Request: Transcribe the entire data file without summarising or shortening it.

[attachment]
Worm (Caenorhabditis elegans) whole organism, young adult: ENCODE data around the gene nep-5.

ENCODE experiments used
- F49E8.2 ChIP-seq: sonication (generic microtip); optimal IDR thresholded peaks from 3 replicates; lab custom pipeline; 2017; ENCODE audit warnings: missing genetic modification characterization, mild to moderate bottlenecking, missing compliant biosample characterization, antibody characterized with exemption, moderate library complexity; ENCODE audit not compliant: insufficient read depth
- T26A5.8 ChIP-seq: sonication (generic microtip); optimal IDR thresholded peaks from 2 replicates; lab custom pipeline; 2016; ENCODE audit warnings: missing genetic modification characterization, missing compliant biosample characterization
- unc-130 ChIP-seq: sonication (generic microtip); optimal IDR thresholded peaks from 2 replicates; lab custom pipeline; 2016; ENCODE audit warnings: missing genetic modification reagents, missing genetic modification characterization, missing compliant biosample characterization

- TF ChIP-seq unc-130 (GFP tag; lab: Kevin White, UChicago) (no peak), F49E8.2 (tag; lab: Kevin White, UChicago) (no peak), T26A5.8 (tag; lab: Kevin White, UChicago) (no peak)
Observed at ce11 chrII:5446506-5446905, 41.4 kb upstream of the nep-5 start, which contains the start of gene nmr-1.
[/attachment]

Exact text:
Worm (Caenorhabditis elegans) whole organism, young adult: ENCODE data around the gene nep-5.

ENCODE experiments used
- F49E8.2 ChIP-seq: sonication (generic microtip); optimal IDR thresholded peaks from 3 replicates; lab custom pipeline; 2017; ENCODE audit warnings: missing genetic modification characterization, mild to moderate bottlenecking, missing compliant biosample characterization, antibody characterized with exemption, moderate library complexity; ENCODE audit not compliant: insufficient read depth
- T26A5.8 ChIP-seq: sonication (generic microtip); optimal IDR thresholded peaks from 2 replicates; lab custom pipeline; 2016; ENCODE audit warnings: missing genetic modification characterization, missing compliant biosample characterization
- unc-130 ChIP-seq: sonication (generic microtip); optimal IDR thresholded peaks from 2 replicates; lab custom pipeline; 2016; ENCODE audit warnings: missing genetic modification reagents, missing genetic modification characterization, missing compliant biosample characterization

- TF ChIP-seq unc-130 (GFP tag; lab: Kevin White, UChicago) (no peak), F49E8.2 (tag; lab: Kevin White, UChicago) (no peak), T26A5.8 (tag; lab: Kevin White, UChicago) (no peak)
Observed at ce11 chrII:5446506-5446905, 41.4 kb upstream of the nep-5 start, which contains the start of gene nmr-1.